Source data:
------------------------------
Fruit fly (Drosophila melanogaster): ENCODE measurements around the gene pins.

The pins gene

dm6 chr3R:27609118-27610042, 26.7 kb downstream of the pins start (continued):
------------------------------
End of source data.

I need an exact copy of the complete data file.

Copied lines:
Fruit fly (Drosophila melanogaster): ENCODE measurements around the gene pins.

The pins gene

dm6 chr3R:27609118-27610042, 26.7 kb downstream of the pins start (continued):